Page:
Higher Education in Florida
UF's online university has become a 'cash cow'
There’s real money in virtual education — both for Florida colleges and universities offering online courses and the private-sector providers selling technical services to the schools.
A Cash Cow for UF
Florida public universities have become national leaders in online education. What’s driving the trend? Online classes are lucrative — both for the schools and the companies that help them set up web-based coursework.
Florida Polytechnic isn’t the only new face on the public university scene this year. With $10 million in startup funding and $5 million for operating costs from the state, the University of Florida opened UF Online in January. It advertises fully online bachelor’s degree programs that will award degrees indistinguishable from those earned in Gainesville.
UF expects UF Online to be a profit engine that will break even in the seventh year and generate $14.5 million a year in profit on $76.6 million in revenue by 2024. By then it also expects to have racked up a cumulative $43.6 million profit after losing money for four of the first six years. By the way, all that’s after UF Online pays the parent university the standard 11. 31% of revenue the university charges to all revenue-generating enterprises to cover the parent’s general and administrative costs.
How does the program work?
The $112.50 per credit hour in-state tuition — capped by law at 75% of on-campus tuition — doesn’t cover near the cost of offering a degree. UF loses $48.65 every credit hour until economies of scale kick in. The real money for UF is in the $425 per credit hour for out of- state tuition. That has a $45.44 profit per hour, or a 10. 7% margin. By 2024, UF expects 24,100 students, with 43% of them those high-margin non-residents.
The UF Online enterprise hinges on attracting out-of-state students, but two-thirds of initial prospects were in-state. For the students who applied to start in January, all 586 were transfer students. For the academic year beginning in August, 48 applicants would be freshmen and 111 transfer students. Business was the most popular major.
UF can set out-of-state tuition at whatever the market will bear.
The Cost Side
UF started in January with five majors. It says it needs to create 250 courses for 35 degrees by 2019. What does it cost to create an online course? As of December, $11,310. But UF expects that number to rise as it offers more expensive courses in science, technology, engineering and math. Originally, it projected spending $36,500 for faculty, production and technology for a standard class, which covers about 80% of the classes UF Online will offer, but as much as $156,000 for lab and other courses requiring a hefty amount of simulation, about 10% of classes.
Updates will cost $7,500 per course every three years. Any class that doesn’t pull an average demand of 100 students per term gets retired.
The first degrees are in business, health education and behavior, sport management, criminology and law and environmental management. The inaugural programs were chosen based on their ability to get up and running by last January and demand. Those on tap for the next five years either are from the top 15 fields in demand for jobs in Florida or from the top 15 most popular majors in Gainesville.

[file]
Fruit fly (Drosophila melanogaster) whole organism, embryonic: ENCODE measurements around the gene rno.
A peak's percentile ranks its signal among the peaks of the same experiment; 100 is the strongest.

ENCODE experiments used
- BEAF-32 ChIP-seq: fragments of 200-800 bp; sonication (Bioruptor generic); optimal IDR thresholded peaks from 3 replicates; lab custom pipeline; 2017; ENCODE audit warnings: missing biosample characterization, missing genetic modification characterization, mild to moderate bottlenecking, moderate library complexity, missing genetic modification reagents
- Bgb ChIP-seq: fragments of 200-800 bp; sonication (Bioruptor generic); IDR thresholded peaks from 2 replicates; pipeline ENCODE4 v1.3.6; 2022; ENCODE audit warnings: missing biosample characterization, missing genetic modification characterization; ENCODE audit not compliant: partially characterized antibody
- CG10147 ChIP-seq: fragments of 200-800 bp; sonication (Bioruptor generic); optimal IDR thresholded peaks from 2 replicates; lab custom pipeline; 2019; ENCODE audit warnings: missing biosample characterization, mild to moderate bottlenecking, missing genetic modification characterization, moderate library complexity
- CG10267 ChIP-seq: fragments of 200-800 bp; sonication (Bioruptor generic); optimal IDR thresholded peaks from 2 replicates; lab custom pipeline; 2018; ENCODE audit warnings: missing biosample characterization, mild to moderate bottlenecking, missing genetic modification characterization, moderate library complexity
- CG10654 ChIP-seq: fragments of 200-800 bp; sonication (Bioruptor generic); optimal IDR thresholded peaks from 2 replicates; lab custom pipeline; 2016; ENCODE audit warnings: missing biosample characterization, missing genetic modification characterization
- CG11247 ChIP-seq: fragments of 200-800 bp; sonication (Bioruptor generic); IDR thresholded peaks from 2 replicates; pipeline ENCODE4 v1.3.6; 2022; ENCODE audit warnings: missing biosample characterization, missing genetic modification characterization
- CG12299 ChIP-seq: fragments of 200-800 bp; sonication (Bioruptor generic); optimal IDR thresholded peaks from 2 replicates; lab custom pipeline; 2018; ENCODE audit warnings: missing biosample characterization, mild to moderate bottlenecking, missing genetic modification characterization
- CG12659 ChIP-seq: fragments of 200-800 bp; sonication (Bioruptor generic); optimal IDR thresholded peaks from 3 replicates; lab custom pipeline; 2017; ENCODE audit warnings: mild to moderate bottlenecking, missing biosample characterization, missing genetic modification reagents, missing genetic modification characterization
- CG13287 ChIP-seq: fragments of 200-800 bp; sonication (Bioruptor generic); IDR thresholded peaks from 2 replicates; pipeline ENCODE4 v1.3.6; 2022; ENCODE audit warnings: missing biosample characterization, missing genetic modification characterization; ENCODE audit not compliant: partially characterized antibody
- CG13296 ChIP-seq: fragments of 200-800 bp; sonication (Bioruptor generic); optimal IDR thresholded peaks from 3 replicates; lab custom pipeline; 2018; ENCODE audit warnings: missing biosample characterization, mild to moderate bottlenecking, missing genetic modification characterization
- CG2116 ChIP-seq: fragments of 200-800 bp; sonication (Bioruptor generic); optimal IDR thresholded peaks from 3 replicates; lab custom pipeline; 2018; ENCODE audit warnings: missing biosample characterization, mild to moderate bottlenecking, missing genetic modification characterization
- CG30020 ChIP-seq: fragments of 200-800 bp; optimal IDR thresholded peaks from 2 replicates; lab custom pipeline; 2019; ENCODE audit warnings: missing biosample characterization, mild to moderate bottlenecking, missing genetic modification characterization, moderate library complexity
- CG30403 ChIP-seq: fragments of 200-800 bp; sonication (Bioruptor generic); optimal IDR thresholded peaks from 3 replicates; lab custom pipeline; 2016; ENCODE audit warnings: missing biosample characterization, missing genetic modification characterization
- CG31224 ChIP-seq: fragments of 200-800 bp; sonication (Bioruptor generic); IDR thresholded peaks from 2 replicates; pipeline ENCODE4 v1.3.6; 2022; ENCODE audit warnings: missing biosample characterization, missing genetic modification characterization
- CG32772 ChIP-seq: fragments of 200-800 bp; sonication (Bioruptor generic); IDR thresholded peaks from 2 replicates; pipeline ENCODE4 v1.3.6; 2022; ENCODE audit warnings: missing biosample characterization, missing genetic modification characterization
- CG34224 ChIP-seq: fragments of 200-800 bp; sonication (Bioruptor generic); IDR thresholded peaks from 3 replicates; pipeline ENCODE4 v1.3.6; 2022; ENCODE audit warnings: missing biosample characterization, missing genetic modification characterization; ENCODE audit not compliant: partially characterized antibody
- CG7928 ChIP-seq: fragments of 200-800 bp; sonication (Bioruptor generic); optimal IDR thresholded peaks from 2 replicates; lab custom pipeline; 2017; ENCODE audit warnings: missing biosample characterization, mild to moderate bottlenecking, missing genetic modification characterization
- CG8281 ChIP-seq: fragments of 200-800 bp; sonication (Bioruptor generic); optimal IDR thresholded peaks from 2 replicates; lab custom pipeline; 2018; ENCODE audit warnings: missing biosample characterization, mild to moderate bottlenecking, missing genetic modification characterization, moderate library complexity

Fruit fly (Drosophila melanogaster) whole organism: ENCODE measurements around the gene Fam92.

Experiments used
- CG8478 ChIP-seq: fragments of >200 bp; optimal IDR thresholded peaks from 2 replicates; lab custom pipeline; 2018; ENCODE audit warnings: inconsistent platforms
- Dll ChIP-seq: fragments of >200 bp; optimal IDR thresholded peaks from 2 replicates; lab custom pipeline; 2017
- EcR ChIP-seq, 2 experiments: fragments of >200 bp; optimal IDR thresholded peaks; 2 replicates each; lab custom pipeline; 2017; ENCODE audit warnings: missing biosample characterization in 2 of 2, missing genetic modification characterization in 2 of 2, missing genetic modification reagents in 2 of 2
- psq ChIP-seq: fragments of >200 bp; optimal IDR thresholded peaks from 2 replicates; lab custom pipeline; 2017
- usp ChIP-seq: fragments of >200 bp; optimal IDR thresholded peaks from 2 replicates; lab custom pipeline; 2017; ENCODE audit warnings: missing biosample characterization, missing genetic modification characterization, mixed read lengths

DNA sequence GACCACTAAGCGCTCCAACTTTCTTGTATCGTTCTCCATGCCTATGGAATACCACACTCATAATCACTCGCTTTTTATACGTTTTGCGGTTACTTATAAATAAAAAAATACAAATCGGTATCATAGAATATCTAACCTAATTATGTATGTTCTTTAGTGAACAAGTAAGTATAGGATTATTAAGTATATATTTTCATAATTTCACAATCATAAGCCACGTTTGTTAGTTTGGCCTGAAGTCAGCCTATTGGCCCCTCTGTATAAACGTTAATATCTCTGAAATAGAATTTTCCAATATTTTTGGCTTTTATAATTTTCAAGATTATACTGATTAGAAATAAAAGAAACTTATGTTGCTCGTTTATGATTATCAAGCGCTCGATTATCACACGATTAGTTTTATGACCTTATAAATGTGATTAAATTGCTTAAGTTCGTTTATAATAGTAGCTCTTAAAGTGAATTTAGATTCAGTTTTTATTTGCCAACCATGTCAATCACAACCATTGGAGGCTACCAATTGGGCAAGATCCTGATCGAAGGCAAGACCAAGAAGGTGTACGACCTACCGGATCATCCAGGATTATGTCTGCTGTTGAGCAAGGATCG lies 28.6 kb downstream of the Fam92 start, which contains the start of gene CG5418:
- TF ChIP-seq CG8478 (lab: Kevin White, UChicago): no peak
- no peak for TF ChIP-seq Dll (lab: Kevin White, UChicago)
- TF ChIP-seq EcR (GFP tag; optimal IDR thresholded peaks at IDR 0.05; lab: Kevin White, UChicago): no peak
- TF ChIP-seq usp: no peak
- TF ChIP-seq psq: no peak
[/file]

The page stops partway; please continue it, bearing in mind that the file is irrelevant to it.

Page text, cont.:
Faculty get paid out of the $50 per credit hour that goes to college departments. Every 110 students in a course means paying a teaching assistant, who make $8,000 per course per semester.
UF hired the British company to provide a host of services, including market research, marketing, recruiting, student retention, training and development, tutoring and research. Pearson retention agents monitor student performance for signs of falling off — like going 12 hours without checking in, being late with assignments or bombing a test. The Pearson people check in with students regularly by email and phone. Pearson also runs a call center to recruit and retain students.
Pearson gets $3.5 million upfront and then $6 million spread over the next four years in fixed fees. Its real money is in its share of tuition revenue. Pearson gets 40% of in-state tuition the first years. That shrinks to 30% by 2024. But it gets 60% of the far larger out-of-state nut, a percentage expected to fall to 43% by 2024. UF projects Pearson will earn $28 million in 2024 alone from the deal.
Online Campus Life
UF Online has a mental health counselor available 24/7 by phone. Personal fitness training videos will be on YouTube while UF health services will have online information on alcohol education, stress reduction and time management.
UF Online students can apply for financial aid just as any on-campus student would. If they qualify, they can get Bright Futures, Pell grants and federal loans. They also get subsidies from their fellow online students. Each online student pays a “financial aid” fee that’s projected to bring in $7,352 the first year, rising to $1.6 million per year in 2024, the exact amount UF plans to hand out in UF aid that year.
UF says the university will benefit as will students who will “have access to an excellent education at an affordable price” and so will the state by having a deeper talent pool of workers. With no room and board to pay, UF says online students will pay about $10,800 less per year than on campus students.